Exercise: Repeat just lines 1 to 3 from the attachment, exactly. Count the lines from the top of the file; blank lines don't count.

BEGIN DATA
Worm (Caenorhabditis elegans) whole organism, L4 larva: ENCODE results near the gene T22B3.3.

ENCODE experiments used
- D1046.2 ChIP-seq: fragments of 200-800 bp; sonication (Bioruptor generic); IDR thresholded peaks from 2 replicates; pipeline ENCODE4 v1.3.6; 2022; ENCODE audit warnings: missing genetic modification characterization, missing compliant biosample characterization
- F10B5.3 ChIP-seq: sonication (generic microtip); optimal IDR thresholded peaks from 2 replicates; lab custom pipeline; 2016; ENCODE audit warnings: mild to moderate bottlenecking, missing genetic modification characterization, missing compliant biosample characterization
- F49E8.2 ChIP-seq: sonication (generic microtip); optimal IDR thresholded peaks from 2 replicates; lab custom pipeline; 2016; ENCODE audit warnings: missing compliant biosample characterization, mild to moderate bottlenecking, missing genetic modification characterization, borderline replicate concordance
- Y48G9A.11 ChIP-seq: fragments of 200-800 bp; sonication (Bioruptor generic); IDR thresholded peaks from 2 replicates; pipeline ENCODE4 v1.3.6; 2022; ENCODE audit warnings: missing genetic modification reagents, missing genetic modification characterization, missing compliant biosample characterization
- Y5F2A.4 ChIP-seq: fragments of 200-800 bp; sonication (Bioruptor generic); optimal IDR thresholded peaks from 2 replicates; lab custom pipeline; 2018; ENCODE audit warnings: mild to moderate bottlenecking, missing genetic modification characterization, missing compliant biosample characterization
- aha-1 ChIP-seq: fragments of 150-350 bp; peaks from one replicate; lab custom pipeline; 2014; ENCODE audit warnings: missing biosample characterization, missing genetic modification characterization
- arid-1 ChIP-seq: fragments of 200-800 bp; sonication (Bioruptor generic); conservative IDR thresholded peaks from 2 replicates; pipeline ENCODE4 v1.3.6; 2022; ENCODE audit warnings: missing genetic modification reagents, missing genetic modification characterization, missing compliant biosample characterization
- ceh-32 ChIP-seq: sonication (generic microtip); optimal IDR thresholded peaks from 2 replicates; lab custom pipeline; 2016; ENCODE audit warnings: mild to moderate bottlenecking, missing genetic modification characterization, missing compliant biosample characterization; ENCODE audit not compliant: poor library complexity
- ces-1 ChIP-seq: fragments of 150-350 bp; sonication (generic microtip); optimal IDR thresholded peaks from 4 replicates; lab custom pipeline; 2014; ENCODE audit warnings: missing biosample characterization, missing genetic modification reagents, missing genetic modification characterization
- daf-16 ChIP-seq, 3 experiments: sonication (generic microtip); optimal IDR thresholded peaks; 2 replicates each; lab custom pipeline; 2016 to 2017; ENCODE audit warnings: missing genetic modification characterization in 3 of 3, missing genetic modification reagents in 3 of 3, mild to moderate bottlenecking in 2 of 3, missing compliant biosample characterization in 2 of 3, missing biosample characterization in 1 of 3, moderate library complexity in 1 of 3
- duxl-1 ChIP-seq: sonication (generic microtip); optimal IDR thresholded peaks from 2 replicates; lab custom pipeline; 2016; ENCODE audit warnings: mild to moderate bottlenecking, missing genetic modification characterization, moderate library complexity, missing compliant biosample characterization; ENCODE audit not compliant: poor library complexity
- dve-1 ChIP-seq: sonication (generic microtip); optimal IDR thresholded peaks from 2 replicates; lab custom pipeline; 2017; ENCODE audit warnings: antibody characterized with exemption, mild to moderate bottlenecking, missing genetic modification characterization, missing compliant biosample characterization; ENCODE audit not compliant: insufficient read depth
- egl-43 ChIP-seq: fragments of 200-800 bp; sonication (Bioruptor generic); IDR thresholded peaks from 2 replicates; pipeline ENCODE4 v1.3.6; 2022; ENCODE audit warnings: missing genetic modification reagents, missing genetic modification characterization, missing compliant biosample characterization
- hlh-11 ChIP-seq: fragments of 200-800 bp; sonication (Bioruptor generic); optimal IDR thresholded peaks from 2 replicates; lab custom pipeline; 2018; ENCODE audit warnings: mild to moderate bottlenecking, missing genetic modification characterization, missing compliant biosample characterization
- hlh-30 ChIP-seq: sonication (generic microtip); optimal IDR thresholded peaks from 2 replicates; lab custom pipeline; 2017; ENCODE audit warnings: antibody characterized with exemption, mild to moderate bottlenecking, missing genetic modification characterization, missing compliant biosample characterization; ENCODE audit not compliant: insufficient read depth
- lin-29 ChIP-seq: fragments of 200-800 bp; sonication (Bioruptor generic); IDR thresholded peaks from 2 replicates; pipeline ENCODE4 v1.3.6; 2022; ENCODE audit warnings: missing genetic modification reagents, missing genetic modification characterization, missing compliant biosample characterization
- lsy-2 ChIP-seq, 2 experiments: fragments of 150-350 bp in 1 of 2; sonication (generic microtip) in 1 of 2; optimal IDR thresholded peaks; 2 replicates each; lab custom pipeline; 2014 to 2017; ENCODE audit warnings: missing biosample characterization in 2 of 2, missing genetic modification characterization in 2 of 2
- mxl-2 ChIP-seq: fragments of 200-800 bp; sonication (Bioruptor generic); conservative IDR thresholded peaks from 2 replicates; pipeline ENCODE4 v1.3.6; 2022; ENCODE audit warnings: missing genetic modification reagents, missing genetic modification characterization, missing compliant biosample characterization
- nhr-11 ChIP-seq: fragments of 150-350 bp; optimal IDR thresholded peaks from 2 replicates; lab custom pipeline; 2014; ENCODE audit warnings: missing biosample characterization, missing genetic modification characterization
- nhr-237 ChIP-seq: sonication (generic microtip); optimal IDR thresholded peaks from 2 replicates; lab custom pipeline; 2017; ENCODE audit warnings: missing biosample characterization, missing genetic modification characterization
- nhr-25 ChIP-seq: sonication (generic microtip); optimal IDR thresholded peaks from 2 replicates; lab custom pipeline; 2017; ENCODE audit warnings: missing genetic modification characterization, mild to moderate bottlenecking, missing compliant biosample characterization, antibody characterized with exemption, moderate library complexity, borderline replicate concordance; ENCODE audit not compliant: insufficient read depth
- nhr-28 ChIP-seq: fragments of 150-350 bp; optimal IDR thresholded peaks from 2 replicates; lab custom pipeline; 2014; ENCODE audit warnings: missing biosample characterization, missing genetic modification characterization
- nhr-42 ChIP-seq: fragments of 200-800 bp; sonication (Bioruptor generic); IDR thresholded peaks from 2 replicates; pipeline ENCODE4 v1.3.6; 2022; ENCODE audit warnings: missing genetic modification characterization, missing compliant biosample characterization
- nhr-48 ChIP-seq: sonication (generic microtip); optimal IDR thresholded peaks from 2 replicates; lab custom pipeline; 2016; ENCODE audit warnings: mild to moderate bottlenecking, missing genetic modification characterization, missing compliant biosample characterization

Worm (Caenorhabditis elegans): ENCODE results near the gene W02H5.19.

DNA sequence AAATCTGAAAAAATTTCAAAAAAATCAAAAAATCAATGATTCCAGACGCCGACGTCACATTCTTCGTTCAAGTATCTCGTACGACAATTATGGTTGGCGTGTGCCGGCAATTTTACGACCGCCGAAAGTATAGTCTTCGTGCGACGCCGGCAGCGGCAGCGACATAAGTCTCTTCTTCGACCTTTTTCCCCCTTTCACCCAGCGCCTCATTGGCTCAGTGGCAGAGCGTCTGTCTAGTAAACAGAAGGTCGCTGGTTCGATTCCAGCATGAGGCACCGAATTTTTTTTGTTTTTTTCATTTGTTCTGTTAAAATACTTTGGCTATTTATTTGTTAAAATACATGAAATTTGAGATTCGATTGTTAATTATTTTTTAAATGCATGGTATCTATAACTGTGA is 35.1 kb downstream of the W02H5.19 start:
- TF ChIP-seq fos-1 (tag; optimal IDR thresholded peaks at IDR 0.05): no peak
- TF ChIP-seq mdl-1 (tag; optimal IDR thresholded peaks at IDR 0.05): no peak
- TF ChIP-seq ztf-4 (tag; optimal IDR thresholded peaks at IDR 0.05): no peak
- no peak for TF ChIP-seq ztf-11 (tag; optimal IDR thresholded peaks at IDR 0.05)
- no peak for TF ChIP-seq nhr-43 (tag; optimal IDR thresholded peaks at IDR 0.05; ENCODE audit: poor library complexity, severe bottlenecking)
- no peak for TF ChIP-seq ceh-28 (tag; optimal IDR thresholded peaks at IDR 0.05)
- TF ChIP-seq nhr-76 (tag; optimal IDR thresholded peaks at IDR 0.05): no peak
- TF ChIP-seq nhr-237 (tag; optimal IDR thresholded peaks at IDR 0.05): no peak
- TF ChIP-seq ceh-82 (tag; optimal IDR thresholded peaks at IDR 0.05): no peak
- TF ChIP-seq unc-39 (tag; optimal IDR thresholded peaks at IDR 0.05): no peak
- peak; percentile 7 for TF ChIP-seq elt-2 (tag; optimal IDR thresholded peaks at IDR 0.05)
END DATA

Worm (Caenorhabditis elegans) whole organism, L4 larva: ENCODE results near the gene T22B3.3.

ENCODE experiments used
- D1046.2 ChIP-seq: fragments of 200-800 bp; sonication (Bioruptor generic); IDR thresholded peaks from 2 replicates; pipeline ENCODE4 v1.3.6; 2022; ENCODE audit warnings: missing genetic modification characterization, missing compliant biosample characterization